Politics
Republican Presidential candidate, former Utah Gov. Jon Huntsman speaks during a campaign stop in front of a tank at the Wright Museum, a World War II museum, in Wolfeboro, N.H., Thursday Dec. 29, 2011. (AP Photo/Charles Krupa) Republican Presidential candidate, former Utah Gov. Jon Huntsman speaks during a campaign stop in front of a tank at the Wright Museum, a World War II museum, in Wolfeboro, N.H., Thursday Dec. 29, 2011. (AP Photo/Charles Krupa)  

TheDC Interview: Huntsman says ‘legitimate’ to attack Romney’s layoffs

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Jamie Weinstein
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      Jamie Weinstein

      Jamie Weinstein is Senior Editor of The Daily Caller. His work has appeared in The Weekly Standard, the New York Daily News and The Washington Examiner, among many other publications. He also worked as the Collegiate Network Journalism Fellow at Roll Call Newspaper and is the winner of the 2011 "Funniest Celebrity in Washington" contest. A regular on Fox News and other cable news outlets, Weinstein received a master’s degree in the history of international relations from the London School of Economics in 2009 and a bachelor's degree in history and government from Cornell University in 2006. He is the author of the political satire, "The Lizard King: The Shocking Inside Account of Obama's True Intergalactic Ambitions by an Anonymous White House Staffer."

PETERBOROUGH, N.H. — Former Utah Gov. Jon Huntsman told The Daily Caller that he believes attacking Mitt Romney for laying off workers as head of Bain Capital is fair game.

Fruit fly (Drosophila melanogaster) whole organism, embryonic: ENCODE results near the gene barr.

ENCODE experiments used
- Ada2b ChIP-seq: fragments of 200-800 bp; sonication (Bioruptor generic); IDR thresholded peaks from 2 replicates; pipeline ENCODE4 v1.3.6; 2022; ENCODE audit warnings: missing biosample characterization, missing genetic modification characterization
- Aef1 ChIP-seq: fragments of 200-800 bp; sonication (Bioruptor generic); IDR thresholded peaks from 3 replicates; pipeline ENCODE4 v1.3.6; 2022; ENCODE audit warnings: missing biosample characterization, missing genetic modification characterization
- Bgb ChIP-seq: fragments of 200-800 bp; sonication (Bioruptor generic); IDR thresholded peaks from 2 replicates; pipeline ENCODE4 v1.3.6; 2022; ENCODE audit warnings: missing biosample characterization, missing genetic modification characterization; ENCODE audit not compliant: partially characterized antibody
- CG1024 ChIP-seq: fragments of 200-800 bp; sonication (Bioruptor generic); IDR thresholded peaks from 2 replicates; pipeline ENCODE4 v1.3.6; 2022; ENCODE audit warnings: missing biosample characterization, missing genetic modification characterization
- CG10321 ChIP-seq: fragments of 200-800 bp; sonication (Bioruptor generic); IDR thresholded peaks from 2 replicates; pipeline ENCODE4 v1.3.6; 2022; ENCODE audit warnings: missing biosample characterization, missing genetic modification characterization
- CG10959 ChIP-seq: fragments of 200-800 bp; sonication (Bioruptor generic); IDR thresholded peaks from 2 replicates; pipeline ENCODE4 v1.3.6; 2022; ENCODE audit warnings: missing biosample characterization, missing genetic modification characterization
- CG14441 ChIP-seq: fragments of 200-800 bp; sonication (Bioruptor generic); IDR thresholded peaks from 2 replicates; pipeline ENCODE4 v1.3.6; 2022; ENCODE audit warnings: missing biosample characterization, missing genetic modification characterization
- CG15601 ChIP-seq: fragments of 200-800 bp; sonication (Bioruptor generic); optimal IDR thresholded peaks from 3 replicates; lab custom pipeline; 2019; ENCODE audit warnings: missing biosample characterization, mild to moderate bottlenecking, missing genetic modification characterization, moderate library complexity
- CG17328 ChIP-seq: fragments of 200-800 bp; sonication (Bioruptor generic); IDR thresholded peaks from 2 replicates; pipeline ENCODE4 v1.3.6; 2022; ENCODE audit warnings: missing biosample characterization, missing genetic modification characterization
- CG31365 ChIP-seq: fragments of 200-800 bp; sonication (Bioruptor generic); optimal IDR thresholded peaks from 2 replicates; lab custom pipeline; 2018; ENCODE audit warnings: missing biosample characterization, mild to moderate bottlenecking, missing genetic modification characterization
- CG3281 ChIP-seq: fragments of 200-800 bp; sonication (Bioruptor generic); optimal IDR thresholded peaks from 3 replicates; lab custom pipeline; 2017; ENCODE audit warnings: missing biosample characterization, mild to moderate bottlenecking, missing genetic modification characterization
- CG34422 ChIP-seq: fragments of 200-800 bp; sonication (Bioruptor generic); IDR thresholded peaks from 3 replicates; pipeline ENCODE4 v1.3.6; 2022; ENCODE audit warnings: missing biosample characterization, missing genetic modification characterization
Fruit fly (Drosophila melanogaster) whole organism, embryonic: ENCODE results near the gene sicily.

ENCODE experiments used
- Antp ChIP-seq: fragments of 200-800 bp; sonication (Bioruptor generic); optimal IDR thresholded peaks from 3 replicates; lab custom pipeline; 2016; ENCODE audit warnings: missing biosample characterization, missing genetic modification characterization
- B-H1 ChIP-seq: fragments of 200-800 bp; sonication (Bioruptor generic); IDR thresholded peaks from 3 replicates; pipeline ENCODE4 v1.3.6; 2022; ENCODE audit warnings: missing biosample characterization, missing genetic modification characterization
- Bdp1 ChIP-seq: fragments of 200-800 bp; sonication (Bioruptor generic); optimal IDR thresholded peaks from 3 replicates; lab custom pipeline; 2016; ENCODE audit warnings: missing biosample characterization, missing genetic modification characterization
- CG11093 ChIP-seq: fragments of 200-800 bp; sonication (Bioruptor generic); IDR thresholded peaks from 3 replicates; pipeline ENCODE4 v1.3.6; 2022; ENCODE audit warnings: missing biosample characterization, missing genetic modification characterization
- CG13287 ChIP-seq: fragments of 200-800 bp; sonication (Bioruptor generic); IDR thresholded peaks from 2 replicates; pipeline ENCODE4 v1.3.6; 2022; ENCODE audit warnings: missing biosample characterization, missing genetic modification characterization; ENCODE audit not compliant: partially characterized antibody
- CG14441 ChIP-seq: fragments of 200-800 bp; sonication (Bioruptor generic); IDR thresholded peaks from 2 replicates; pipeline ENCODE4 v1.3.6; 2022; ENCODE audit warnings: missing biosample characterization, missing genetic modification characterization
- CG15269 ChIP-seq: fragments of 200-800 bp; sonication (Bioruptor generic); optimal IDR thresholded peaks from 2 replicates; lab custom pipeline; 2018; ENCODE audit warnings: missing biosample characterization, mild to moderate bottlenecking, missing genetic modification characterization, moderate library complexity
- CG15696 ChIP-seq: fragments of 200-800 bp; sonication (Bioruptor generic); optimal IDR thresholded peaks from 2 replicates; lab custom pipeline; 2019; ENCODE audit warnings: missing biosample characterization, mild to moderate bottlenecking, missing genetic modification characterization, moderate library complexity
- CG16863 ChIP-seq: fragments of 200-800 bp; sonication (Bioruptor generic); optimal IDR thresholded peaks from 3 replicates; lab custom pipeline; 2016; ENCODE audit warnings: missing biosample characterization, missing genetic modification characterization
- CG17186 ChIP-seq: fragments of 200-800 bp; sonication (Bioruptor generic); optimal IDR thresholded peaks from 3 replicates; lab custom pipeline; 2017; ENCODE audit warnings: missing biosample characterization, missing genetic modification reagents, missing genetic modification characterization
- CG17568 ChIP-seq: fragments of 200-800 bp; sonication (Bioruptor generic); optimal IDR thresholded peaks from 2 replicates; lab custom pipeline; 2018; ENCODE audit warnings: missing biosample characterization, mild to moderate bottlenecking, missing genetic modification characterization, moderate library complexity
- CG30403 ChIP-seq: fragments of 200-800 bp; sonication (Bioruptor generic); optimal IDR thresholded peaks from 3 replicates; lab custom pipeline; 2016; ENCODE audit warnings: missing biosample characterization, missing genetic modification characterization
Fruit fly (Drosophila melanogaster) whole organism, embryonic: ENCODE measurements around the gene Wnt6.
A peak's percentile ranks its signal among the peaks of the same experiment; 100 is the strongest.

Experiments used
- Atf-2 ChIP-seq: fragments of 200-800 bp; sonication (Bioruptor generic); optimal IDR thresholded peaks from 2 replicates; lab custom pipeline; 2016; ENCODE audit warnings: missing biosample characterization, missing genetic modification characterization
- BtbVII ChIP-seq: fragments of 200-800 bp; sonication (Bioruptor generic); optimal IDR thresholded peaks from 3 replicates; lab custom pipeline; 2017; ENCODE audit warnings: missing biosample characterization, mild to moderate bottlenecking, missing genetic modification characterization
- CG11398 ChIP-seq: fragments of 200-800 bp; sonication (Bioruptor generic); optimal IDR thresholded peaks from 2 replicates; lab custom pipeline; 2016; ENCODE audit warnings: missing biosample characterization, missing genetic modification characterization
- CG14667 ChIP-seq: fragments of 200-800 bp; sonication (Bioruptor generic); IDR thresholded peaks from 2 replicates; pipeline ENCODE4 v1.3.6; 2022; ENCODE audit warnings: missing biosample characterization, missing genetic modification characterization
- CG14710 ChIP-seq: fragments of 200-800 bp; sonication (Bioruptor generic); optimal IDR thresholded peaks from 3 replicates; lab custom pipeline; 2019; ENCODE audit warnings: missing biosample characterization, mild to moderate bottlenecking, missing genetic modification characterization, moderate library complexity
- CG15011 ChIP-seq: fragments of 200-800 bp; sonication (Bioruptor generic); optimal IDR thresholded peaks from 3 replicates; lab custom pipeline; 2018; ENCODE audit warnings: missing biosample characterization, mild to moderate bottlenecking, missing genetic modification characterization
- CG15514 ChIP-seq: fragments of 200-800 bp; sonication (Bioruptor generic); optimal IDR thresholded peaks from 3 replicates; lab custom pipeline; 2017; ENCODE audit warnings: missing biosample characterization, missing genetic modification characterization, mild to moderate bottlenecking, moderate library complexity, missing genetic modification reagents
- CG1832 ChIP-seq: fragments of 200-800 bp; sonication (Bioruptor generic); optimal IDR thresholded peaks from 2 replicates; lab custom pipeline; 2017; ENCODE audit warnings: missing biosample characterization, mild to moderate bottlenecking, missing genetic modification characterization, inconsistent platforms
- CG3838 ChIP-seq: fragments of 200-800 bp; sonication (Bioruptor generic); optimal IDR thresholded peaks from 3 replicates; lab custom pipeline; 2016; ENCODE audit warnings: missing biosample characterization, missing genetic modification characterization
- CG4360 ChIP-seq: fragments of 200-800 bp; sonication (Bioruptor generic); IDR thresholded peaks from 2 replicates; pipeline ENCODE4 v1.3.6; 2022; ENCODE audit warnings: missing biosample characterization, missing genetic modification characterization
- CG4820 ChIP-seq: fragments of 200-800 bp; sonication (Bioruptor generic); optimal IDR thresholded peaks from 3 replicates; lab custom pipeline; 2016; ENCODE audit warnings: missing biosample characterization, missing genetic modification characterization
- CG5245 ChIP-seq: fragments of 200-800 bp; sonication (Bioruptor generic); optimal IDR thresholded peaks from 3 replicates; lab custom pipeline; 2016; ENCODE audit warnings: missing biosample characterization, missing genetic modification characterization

“What’s legitimate is to point at Governor Romney’s record,” Huntsman said in an exclusive interview after a campaign event in Peterborough, N.H.

“That’s public, and it is going to be looked at and scrutinized and of course that is a legitimate point of conversation.”

Conservative commenters lambasted former House Speaker Newt Gingrich when he attacked Romney’s business record, which included laying off workers as part of restructuring companies. Columnist Charles Krauthammer went as far to call the attack “socialist” in nature. But Huntsman’s campaign has made similar attacks against Romney, which Huntsman refused to back away from.

“This is a time when we need business growth, when we need new business start-ups, when we need to support entrepreneurship,” he told TheDC. “We need to expand the economic base and private equity traditionally has not been famous for expanding the economic base. “

To the ire of many conservatives, Huntsman has made a point of noting that he believes in science, seemingly suggesting his Republican rivals and even many in the GOP base do not. Huntsman told TheDC, however, that it is “not necessarily” true that Republican voters are less appreciative of science than Democratic voters.

“I think sometimes you hear more about the anti-science wing during the early phases of the pre-primary season,” he said, “but I think most Republican voters, like most Americans, are grounded in reality and I think that they would be willing to put their faith in science.”

In recent weeks, Iran has threatened to close the Strait of Hormuz — where nearly 20 percent of the world’s oil travels through — if more stringent economic sanctions are imposed. Huntsman, who calls Iran the “transcendent foreign policy challenge of the decade,” says that “we need to make sure that any response in the Strait of Hormuz leaves zero ambiguity about how we would deal with Iran.”

“Because they will interpret from that — if it ever got to that point and I say it is bluster at this point but we need to be prepared for all contingencies — they would extrapolate from that exactly how we might proceed on their weaponization program,” he said.

“So if there is a blockade, that’s an act of war and I think it has to be treated as such.”

But would a Huntsman administration respond by also attacking Iran’s nuclear sites?

“I am not prepared to say exactly what they would be but consistent with an act of war and it would require an aggressive response,” he said.